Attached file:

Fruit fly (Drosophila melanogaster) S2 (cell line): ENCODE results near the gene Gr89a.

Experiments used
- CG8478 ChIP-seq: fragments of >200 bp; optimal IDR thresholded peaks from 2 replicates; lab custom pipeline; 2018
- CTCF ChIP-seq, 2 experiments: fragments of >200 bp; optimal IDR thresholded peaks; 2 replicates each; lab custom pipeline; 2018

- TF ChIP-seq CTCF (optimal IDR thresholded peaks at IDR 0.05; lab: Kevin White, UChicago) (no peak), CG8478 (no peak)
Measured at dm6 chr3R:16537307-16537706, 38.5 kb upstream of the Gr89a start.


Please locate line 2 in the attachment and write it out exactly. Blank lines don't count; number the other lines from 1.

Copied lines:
Experiments used